Classic clinical features of Cowden syndrome include mucocutaneous papillomatous papules, palmoplantar keratoses, and trichilemmomas (ie, benign tumors derived from the outer root sheath epithelium of a hair follicle).11,27 Most individuals with Cowden syndrome exhibit characteristic mucocutaneous lesions by their 20s, and these lesions have been reported to occur in 99% of individuals with Cowden syndrome, showing nearly complete penetrance.10,28 The presence of 2 or more trichilemmomas has been reported to be pathognomonic for Cowden syndrome.29,30 However, because most of this evidence is from older literature, the association between these 2 entities may be somewhat overestimated.11 Individuals with a solitary trichilemmoma who do not have Cowden syndrome have been reported.29,30 Nevertheless, because of the strong association between these lesions and Cowden syndrome, and the difficulty in clinically distinguishing between a trichilemmoma and another mucocutaneous lesion, a diagnosis of trichilemmoma must be histologically confirmed.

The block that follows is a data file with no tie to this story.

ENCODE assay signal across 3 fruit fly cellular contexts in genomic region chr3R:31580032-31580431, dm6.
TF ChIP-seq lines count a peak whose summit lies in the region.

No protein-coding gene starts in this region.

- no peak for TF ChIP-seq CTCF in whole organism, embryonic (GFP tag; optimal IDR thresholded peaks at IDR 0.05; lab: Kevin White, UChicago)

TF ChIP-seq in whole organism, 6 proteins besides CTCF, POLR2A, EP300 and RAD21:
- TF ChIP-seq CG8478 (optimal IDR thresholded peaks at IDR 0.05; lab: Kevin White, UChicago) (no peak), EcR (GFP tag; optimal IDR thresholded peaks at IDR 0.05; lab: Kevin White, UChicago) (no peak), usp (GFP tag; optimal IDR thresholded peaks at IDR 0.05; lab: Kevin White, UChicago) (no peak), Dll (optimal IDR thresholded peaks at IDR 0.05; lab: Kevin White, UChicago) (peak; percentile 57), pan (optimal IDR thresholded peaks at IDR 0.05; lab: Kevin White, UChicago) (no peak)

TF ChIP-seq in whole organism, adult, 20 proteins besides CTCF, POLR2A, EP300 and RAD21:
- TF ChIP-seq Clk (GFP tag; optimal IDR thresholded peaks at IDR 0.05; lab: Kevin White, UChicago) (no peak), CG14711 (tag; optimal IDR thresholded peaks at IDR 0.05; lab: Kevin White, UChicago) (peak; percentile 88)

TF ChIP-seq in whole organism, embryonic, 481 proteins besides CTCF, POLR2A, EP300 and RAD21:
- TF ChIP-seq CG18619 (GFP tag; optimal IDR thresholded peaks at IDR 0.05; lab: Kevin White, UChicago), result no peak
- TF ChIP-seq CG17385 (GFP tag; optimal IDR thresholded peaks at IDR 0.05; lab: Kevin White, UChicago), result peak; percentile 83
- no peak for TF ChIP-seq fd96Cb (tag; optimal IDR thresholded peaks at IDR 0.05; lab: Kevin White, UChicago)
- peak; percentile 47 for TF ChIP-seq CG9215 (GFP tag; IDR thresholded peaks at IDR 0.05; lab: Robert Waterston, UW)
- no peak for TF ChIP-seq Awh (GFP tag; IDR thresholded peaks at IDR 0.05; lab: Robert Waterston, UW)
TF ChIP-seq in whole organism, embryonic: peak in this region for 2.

It has historically been reported that approximately 40% of individuals with Cowden syndrome have gastrointestinal polyps (often colonic), although newer data suggest that this risk may be 80% or higher. An analysis of PTEN mutation carriers reported gastrointestinal polyps in 93% of patients.31 The polyps are often hamartomatous, although ganglioneuromas (ie, rare, benign peripheral nervous system tumors) and many other histologies have also been reported to frequently occur.11,32 Importantly, early-onset (age <50 years) colorectal cancer has been reported in 13% of patients with PTEN mutation-associated Cowden syndrome, suggesting that routine colonoscopy may be warranted in this population.31

Adult Lhermitte-Duclos Disease